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Teaching moments are for more than just students, principal says

Joan Atwood works with students at Creekview Elementary.

Sun Advocate Reporter

In the computer classroom at Creekview Elementary School in Price, row after row of young students plug away at their keyboards and monitors, trying to master the intricacies of converting inches to centimeters. Principal Joan Atwood pauses a moment to watch one youngster who is staring at his screen and looking a little perplexed. She leans over and, in a few short sentences, explains how the metric and English rulers on the screen line up, making it easier to see the principle involved.

Call it a teaching moment, and not just for the student. Someone who watched Ms. Atwood at work would learn that, although she is now in her sixth year in administration, Ms. Atwood is always a teacher at heart. It's a daily reward, she says.

"Seeing the light bulb come on, hearing someone say, 'Now I get it!' We really do change lives."

Sometimes, she explains, the changes are not instantly apparent. One time, a mother told her how a young fourth grader had begun to enjoy school at last. This was a boy who had been put down by his peers because of learning difficulties caused by dyslexia. After a few weeks of encouragement from Ms. Atwood, the youngster gradually convinced himself he could do it.

Joan Atwood herself had no lack of role models during her youth.

"My mother was a teacher, and both her her sisters were teachers, too," she recalls.

The earliest of her youthful experiences was not exactly auspicious.

"It was mainly custodial," she chuckles.

That was because her mother taught Kindergarten at home, which meant that young Joan not only got to see what teaching was about, but also did a lot of cleaning and reordering around the house when the little kids went home.

It was not until her adulthood that those early ideas began to blossom into a profession. She had worked as a teacher's aide at Reeves School, and remembers thinking to herself as she watched the teachers, "Hey, I can do this." So when Utah State University announced that it would offer a teaching degree track in Price, she followed her husband's advice and plunged into the program. This was back in the days before college courses moved at light speed over distance learning television, so the professors had to drive from Logan to Price. It would take a dozen students in the class to cover the travel expense so the courses could be held.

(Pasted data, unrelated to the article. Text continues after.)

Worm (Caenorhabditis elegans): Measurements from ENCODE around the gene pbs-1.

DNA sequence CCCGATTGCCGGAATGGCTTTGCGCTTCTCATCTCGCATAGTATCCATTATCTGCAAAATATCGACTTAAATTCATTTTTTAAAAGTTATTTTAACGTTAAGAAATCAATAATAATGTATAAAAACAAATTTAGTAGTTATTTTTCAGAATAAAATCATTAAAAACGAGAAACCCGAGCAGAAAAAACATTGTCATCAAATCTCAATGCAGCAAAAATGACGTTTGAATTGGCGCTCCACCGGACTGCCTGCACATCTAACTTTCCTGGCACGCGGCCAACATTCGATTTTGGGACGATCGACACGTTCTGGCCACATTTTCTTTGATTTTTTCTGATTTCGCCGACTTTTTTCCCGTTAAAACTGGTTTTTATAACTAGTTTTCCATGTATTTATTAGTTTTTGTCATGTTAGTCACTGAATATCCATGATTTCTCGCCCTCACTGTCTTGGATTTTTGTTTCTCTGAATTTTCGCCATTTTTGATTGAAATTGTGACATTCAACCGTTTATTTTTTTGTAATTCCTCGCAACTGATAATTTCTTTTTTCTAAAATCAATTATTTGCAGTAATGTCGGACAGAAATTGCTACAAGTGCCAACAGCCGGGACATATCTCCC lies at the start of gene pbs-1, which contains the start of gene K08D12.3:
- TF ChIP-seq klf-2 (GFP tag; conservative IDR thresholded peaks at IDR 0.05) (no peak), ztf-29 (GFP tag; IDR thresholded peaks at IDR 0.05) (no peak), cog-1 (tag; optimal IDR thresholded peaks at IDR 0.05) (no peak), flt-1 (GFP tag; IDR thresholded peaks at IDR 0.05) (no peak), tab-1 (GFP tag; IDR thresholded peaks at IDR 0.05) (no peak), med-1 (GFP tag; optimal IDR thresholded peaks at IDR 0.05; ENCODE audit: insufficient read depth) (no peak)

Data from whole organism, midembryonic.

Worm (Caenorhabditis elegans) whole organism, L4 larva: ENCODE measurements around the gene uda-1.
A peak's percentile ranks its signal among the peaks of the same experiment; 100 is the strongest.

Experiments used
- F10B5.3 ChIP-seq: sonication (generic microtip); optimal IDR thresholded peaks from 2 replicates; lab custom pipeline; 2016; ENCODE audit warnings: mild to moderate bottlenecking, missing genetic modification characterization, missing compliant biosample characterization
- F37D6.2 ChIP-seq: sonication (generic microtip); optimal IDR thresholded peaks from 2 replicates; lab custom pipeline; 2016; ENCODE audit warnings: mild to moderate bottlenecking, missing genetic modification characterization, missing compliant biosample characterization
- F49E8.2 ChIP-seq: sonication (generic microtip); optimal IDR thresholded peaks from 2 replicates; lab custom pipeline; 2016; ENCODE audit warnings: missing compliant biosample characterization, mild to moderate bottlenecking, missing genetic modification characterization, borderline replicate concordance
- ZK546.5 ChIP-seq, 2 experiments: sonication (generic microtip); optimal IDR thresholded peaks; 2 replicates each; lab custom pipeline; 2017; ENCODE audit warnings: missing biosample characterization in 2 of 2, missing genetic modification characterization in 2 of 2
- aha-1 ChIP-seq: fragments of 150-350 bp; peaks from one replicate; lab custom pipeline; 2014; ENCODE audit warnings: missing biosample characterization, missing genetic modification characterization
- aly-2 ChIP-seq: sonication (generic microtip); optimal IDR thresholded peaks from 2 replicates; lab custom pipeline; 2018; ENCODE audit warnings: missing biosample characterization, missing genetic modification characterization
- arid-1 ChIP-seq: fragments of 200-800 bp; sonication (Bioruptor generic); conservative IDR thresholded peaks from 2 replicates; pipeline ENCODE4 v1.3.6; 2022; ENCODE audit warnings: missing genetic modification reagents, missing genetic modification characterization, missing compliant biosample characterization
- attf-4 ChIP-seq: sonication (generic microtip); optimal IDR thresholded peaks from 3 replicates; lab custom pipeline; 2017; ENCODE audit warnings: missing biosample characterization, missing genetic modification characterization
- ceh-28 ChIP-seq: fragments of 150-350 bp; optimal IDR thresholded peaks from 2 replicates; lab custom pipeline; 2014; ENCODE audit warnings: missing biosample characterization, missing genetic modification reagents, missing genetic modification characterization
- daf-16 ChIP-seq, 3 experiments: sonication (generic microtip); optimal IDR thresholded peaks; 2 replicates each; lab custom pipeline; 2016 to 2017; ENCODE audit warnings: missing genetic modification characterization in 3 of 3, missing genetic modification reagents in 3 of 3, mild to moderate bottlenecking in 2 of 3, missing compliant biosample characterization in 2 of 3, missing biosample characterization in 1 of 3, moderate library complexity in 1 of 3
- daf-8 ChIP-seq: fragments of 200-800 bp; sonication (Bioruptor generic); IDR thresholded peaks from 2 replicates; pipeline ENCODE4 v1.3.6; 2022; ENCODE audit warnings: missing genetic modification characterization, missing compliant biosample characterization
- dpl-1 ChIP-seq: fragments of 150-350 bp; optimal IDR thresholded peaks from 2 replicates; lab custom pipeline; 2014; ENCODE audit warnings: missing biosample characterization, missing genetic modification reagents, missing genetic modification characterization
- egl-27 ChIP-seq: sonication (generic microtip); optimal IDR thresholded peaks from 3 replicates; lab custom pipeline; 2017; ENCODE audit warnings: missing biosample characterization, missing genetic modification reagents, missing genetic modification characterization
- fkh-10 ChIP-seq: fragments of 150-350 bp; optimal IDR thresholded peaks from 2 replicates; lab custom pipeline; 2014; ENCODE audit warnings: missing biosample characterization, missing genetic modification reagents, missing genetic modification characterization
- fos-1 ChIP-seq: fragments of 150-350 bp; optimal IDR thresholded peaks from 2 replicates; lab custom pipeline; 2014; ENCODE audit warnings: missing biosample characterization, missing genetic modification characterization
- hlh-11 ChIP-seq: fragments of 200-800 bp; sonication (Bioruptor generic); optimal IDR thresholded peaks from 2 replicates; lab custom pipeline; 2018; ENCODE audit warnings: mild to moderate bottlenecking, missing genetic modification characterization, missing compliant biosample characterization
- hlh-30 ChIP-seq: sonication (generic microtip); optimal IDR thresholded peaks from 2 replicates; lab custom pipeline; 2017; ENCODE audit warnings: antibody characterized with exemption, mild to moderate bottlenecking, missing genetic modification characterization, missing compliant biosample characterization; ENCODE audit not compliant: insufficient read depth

"I was the twelfth one," she explains. So the program got under way. Ms. Atwood, a full-time mother, became a full-time student as well and earned her teaching degree.

She later earned her Master's in Education at Utah State, and remembers how much she enjoyed being immersed in the intellectual forefront of teaching.

"The professors were on the cutting edge of the advances," she says.

Her first teaching job was as a half-time teacher at Sally Mauro School in Helper. Then she transferred to Creekview, a brand-new school in the district, where she taught fourth and fifth grades until she moved into the Gifted and Talented Program in 1998, where she worked until becoming a principal.

During her years in the profession, teaching has undergone many changes. Perhaps most important is the impact of technology. Computers are in classrooms, as are SmartBoards, PowerPoint presentations and education Web sites.

"We are teaching them the way they learn these days," she explains, noting that when kids go home from school, they are likely to turn to their home computers and video games for entertainment.

Culture has also changed, and not always for the better. Constant media bombardment has altered youthful perceptions of what is acceptable behavior and what is not. Teachers have always been conscious of the need to model good manners, but now the challenge is intensified.

Ms. Atwood says parents can and do help in meeting that challenge.

"Collaboration is a good thing," she states. That's why she and her colleagues invest so much "after hours" time in cultivating parent involvement through PTA meetings and personal contact. In fact, she says, the most important advice she could give to a new teacher is "to listen to parents, seek the advice of your peers. Just understand that you don't have to do this all on your own."

There are changes that the educational system can make to enhance its own impact on society, she says. She would like to see more "differentiation" in math and science instruction. This is already taking place in language arts, but she says that greater emphasis on customizing instruction to match each student's aptitude or background would boost achievement levels across the board.

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